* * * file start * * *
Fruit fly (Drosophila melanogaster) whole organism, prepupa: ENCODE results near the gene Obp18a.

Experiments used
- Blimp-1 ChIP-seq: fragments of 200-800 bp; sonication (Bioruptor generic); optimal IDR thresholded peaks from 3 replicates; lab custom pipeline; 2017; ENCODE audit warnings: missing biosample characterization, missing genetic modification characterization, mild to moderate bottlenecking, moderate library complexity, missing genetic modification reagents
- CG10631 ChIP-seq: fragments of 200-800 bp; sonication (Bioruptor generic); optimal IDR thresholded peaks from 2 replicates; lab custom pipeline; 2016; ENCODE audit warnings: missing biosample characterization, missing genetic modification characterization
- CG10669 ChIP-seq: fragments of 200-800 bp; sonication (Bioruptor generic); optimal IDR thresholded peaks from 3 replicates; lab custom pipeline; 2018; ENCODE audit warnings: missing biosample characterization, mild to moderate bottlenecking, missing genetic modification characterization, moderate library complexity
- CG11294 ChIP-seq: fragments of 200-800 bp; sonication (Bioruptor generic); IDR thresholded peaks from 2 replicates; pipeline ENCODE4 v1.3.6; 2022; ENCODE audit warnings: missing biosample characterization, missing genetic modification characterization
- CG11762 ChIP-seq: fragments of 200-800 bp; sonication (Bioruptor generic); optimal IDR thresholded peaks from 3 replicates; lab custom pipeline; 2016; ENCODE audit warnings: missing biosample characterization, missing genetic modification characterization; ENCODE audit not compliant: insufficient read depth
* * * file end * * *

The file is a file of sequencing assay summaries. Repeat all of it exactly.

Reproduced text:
Fruit fly (Drosophila melanogaster) whole organism, prepupa: ENCODE results near the gene Obp18a.

Experiments used
- Blimp-1 ChIP-seq: fragments of 200-800 bp; sonication (Bioruptor generic); optimal IDR thresholded peaks from 3 replicates; lab custom pipeline; 2017; ENCODE audit warnings: missing biosample characterization, missing genetic modification characterization, mild to moderate bottlenecking, moderate library complexity, missing genetic modification reagents
- CG10631 ChIP-seq: fragments of 200-800 bp; sonication (Bioruptor generic); optimal IDR thresholded peaks from 2 replicates; lab custom pipeline; 2016; ENCODE audit warnings: missing biosample characterization, missing genetic modification characterization
- CG10669 ChIP-seq: fragments of 200-800 bp; sonication (Bioruptor generic); optimal IDR thresholded peaks from 3 replicates; lab custom pipeline; 2018; ENCODE audit warnings: missing biosample characterization, mild to moderate bottlenecking, missing genetic modification characterization, moderate library complexity
- CG11294 ChIP-seq: fragments of 200-800 bp; sonication (Bioruptor generic); IDR thresholded peaks from 2 replicates; pipeline ENCODE4 v1.3.6; 2022; ENCODE audit warnings: missing biosample characterization, missing genetic modification characterization
- CG11762 ChIP-seq: fragments of 200-800 bp; sonication (Bioruptor generic); optimal IDR thresholded peaks from 3 replicates; lab custom pipeline; 2016; ENCODE audit warnings: missing biosample characterization, missing genetic modification characterization; ENCODE audit not compliant: insufficient read depth